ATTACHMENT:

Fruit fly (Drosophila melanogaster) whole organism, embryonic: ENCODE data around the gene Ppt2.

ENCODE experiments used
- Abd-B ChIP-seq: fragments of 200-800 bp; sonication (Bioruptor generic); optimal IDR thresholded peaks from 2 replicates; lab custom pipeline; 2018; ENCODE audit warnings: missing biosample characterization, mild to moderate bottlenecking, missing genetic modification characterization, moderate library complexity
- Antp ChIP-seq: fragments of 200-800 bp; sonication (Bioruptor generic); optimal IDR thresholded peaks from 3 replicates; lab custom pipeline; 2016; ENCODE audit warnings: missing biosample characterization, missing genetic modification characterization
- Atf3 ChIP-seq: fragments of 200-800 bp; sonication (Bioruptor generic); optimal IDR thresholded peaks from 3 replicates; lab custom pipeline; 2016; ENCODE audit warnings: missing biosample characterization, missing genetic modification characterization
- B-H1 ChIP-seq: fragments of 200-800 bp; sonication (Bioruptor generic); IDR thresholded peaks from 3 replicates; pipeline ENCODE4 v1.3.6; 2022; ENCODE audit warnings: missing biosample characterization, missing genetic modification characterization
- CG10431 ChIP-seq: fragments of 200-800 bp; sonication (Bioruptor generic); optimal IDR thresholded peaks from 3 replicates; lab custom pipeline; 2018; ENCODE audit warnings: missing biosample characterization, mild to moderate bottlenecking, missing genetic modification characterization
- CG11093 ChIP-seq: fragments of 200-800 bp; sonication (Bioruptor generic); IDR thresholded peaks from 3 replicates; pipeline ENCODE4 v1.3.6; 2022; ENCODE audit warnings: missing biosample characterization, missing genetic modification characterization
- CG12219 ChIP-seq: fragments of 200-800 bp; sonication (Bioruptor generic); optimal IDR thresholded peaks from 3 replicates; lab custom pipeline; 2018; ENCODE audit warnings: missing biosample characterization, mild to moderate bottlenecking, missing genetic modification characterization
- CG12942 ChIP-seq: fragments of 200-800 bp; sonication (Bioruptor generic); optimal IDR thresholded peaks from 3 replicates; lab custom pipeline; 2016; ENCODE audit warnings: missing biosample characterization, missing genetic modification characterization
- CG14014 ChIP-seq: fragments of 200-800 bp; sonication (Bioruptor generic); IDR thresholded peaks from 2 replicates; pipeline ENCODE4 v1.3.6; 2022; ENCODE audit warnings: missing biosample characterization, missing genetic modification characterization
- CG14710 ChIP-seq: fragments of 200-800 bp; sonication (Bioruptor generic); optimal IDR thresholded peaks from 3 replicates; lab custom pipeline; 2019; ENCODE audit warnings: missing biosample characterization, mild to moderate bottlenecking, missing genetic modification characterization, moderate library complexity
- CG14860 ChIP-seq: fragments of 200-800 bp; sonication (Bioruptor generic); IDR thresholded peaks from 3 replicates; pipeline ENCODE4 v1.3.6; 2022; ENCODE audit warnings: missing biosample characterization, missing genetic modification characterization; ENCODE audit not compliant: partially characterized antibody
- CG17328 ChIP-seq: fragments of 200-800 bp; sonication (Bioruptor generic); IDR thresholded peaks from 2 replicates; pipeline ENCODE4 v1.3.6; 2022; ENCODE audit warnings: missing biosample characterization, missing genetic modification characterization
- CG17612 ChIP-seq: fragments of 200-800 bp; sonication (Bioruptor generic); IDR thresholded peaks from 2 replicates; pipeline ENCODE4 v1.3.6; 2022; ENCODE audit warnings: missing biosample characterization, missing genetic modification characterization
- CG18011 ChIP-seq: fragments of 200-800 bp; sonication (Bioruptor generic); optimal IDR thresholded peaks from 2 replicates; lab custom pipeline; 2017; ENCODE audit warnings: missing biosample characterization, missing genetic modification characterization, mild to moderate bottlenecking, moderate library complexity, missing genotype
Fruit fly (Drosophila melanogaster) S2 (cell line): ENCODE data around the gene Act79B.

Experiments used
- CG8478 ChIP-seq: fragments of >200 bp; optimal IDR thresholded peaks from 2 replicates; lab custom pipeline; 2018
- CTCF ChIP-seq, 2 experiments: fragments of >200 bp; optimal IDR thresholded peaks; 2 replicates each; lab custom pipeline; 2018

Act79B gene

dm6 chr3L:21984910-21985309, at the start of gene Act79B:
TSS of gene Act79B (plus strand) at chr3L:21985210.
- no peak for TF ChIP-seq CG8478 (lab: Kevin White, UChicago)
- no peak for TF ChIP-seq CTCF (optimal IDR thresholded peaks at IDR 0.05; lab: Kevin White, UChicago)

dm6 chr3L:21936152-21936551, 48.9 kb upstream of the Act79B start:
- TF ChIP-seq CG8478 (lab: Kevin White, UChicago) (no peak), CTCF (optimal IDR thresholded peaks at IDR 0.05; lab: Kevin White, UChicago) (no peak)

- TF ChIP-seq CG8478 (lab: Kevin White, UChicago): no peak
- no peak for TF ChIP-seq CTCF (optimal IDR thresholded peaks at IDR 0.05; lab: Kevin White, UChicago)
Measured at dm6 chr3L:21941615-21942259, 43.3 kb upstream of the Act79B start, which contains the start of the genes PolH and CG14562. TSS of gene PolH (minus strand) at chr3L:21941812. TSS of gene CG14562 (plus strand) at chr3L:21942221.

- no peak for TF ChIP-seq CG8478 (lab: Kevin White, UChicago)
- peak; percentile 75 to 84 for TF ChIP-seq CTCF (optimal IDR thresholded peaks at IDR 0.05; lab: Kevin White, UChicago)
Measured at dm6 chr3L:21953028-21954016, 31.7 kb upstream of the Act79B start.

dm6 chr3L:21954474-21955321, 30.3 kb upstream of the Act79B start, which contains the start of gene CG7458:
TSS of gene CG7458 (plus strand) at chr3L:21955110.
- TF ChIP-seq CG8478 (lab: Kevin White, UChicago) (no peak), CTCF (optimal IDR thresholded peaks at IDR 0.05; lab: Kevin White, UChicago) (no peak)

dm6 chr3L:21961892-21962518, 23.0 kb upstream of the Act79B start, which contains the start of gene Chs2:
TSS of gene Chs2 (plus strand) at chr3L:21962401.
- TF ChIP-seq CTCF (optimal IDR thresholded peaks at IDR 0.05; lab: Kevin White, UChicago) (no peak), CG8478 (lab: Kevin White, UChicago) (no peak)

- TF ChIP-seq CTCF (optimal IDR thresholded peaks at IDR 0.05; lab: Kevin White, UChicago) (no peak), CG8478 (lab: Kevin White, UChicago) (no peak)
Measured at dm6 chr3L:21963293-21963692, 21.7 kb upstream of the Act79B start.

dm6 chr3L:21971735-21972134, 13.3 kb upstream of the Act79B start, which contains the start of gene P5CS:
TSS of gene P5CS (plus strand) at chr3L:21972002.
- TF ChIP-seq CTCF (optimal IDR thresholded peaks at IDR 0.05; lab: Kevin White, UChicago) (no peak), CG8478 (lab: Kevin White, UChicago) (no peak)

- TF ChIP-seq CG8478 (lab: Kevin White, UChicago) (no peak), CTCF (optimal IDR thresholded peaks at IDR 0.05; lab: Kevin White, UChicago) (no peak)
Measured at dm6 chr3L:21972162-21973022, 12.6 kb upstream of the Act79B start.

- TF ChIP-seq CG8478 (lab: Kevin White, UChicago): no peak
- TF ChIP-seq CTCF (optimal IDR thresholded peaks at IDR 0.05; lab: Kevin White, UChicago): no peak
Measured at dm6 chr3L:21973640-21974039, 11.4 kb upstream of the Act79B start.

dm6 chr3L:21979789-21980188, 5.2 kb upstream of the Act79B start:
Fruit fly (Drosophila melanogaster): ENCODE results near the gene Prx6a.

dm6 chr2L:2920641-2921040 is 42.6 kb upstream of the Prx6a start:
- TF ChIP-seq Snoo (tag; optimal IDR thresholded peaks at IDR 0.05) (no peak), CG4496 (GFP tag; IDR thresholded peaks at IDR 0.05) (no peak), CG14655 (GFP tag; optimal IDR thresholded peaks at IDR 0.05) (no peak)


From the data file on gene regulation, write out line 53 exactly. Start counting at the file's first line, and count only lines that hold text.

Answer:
- TF ChIP-seq Snoo (tag; optimal IDR thresholded peaks at IDR 0.05) (no peak), CG4496 (GFP tag; IDR thresholded peaks at IDR 0.05) (no peak), CG14655 (GFP tag; optimal IDR thresholded peaks at IDR 0.05) (no peak)